With less than two weeks to go on transitioning to ICD-10, our industry continues to struggle with understanding what is happening, why, and the impact to clients, providers and paychecks. Let’s address some of the top concerns I am hearing across the nation when I talk with providers, organizations and state regulators:
1. Misinformation Abounds. State agencies, payers and others tell providers to use ICD-10 codes beginning October 1, 2015, but they cannot articulate the action items required for providers regarding precertifications, prior authorizations or random discrepancies. Some states are issuing lists of codes they will pay for under reimburseable services. These lists are short-sighted, leave out critical diagnoses in our industry, or are highly restrictive in nature. EHR vendors are reporting that despite their large education campaigns, many customers still believe ICD-10 does not apply to them.
2. Code Source: X-codes? Tabular index? Yes, state governments are asking questions about these sources, which is both scary and encouraging at the same time. It is imperative that we utilize all possible codes available to us moving forward, such as the X-codes, or the Intentional Self-Harm codes. If we do not diagnose the X-codes, how are we to track the severity of suicide attempts over time in a medical record? Writing it down in the text or narrative portion of a chart is simply not good enough because it will be overlooked in data analysis. With health information technology, we can pull diagnosis reports and see the trend in suicide attempts, means and lethality over time. How cool is that? But we have to input the code in the first place if we hope to get a report on it! Finally, the only official CMS-approved source for ICD-10 CM codes is the CDC/NCHS Tabular Index (see link below). That’s it. Getting your diagnoses codes anywhere else can be very risky.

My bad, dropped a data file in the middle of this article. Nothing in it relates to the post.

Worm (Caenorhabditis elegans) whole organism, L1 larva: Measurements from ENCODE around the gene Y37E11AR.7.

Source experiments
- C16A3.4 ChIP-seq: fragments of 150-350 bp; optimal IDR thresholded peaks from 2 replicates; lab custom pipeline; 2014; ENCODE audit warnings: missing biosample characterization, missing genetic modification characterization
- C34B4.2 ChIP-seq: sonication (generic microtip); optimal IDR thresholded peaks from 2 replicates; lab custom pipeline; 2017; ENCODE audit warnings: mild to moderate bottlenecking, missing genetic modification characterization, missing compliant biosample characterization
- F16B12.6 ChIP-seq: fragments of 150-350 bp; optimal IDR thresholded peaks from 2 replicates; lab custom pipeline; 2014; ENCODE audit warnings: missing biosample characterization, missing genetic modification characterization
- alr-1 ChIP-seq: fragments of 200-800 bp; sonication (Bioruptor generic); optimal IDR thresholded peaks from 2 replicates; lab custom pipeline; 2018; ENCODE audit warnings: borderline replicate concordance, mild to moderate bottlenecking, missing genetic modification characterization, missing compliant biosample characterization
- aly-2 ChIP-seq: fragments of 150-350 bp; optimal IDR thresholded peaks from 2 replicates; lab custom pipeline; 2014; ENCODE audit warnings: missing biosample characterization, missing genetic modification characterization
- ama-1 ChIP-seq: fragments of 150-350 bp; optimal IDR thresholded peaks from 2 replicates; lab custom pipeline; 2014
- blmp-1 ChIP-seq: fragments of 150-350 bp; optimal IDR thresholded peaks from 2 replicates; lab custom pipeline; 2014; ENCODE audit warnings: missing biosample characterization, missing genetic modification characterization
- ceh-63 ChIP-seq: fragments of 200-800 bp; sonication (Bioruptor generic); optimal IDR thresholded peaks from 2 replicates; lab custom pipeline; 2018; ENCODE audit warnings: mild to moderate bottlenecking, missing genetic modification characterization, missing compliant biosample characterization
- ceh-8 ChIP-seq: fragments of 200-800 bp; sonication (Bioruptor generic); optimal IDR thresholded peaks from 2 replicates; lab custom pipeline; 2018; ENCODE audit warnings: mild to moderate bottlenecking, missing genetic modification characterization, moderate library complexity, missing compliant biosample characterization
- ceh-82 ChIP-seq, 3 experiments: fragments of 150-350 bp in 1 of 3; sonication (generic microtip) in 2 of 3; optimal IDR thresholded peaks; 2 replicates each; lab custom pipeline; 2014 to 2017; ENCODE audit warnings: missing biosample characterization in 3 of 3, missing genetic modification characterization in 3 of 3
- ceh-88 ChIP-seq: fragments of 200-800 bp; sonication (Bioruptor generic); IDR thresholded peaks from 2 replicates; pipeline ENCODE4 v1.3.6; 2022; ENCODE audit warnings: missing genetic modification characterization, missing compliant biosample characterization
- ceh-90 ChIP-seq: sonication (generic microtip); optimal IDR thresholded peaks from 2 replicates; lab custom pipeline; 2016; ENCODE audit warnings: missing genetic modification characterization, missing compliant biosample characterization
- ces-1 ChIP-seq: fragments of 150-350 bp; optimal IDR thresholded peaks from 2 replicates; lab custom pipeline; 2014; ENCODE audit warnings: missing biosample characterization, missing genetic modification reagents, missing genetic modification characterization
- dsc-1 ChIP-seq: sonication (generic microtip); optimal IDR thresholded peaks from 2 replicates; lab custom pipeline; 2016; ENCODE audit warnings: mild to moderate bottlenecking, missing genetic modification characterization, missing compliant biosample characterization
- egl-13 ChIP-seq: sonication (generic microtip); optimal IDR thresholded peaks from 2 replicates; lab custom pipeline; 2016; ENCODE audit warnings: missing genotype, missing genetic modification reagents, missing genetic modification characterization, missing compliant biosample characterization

3. Crosswalks: Why do people want crosswalks or even books or apps that itemize the recommended crosswalked codes? As I frequently discuss, all crosswalks are fallible including the Centers for Medicare and Medicaid Services’ GEMS. Many crosswalks map to “unspecified” ICD-10 codes which puts providers and clients at risk. There is an easy answer, however: Get the Tabular Index, become familiar with your population’s diagnoses, and assign ICD-10 CM codes to your clients. Note that it does require you to do your homework and not use “cheat sheets” in lieu of your sharp clinical mind.
4. ICD-10 Compliance: Too many believe, “All we have to do is pick the right code, and all is well.” Our industry is lacking on the compliance front— from not being accountable to the Guidelines for Coding and Reporting to overutilizing unspecified diagnoses. Payment models and policy reform will increasingly provide scrutiny to our documentation elements and will require us to substantiate diagnoses, treatment and progress. Having an ICD-10 compliance program to help with clinical documentation improvement would be advised.
5. Education: Despite accrediting bodies mandating the teaching of the ICD-series starting in 2016, our entire industry is ill-versed in all that is required to be ICD-10 compliant. If the educators are not educated, then how can our graduate students get properly trained?